Tag Archives: Refusing to sign

“I refuse to sign”: International Contracts to Watch Out For

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Many business people accept the idea of a contract as a given. Sure; you are buying a service, so you need a contract, right? In the case of outsourcing to a foreign country, this seems to be even more of an assumption.

Here’s a question: if you do not know the company at all–except for a few references on the internet and a phone conversation or two– how do you know that signing a contract will head off any problems? And how will the contract work if you are thousands of miles away? Finally– what will you do if you actually need to consider litigation at some point?

Recently, before doing business with an IT company overseas [it was in Russia/ I thought it better not to say where], a U.S. company refused to sign a contract. Why? The IT firm required this preliminary contract just to be able to negotiate with the U.S. company and provide any details about pricing and terms and actual contracts! The U.S. company refused to sign. This idea of a preliminary contract was not a good sign: it indicated that the IT company was highly suspicious and unfriendly, had had several bad experiences communicating with or working for foreign companies, or was either burned out or inexperienced. In short, they did not want to do the work of finding out what the U.S. company needed or working with them on a trial basis for even a small paid project first– without a contract–so they could all get to know each other. If you find out at the very beginning that this is how a company operates, it is a blessing…but don’t think it will get any better because you sign a contract. Run, don’t walk, and find another company–no matter how friendly the sales people seem up front.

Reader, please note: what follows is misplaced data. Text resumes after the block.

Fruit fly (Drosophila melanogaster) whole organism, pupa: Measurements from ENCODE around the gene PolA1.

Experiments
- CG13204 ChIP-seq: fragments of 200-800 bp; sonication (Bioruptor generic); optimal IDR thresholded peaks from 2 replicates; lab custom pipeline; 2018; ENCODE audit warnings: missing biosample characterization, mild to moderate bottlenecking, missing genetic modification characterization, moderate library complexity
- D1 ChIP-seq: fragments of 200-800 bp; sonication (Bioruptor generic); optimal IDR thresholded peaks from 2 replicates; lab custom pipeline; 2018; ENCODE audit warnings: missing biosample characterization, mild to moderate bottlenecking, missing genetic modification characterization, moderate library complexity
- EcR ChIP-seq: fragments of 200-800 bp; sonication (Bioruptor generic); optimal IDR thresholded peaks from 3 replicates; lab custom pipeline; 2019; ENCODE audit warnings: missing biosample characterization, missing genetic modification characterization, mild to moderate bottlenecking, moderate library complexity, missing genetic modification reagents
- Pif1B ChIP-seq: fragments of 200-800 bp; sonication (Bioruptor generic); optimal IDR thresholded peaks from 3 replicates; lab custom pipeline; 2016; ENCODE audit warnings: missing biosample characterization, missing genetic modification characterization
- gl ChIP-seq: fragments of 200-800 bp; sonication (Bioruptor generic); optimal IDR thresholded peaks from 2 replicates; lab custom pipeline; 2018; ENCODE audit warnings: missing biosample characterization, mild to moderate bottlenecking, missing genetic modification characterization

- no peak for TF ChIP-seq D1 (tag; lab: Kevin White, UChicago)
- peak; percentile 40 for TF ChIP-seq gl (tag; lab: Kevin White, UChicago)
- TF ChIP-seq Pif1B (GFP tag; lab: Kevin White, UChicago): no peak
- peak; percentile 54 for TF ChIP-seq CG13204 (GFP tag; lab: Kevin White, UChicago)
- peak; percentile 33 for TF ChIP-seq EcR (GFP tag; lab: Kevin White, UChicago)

Another scenario: an IT company in India wants a U.S. company to sign three separate contracts before any serious conversations about work can begin. One is a “Master Services Agreement” that describes how the three contracts work, includes warranties, obligations…and an entire section that suggests what part of the client’s website might in fact be the intellectual property of the company creating or working on the site. This master contract by itself is daunting, but the combination of the three contracts (including a SOW or scope of work, plus a mutual non-disclosure agreement) makes the relationship–before it has even begun–a maze of unpleasant twists and turns, unknown obstacles, and hidden agendas.

Consider this advice from www.answers.onstartups.com:

Enforcing a contract where the parties to the contract are from different countries is very difficult. The reason is that even if you win from a legal perspective, you still need to collect damages, and in order to collect damages you probably need to file suit in the country of the other party. (enforcing international agreements, 2011, http://answers.onstartups.com/a/27846)

In other words, with any contract, you need to know ahead of time what court has jurisdiction over that contract; this must be agreed in advance. Otherwise, it is just a friendly understanding between business associates, not an enforceable legal contract. The commentary justly concludes: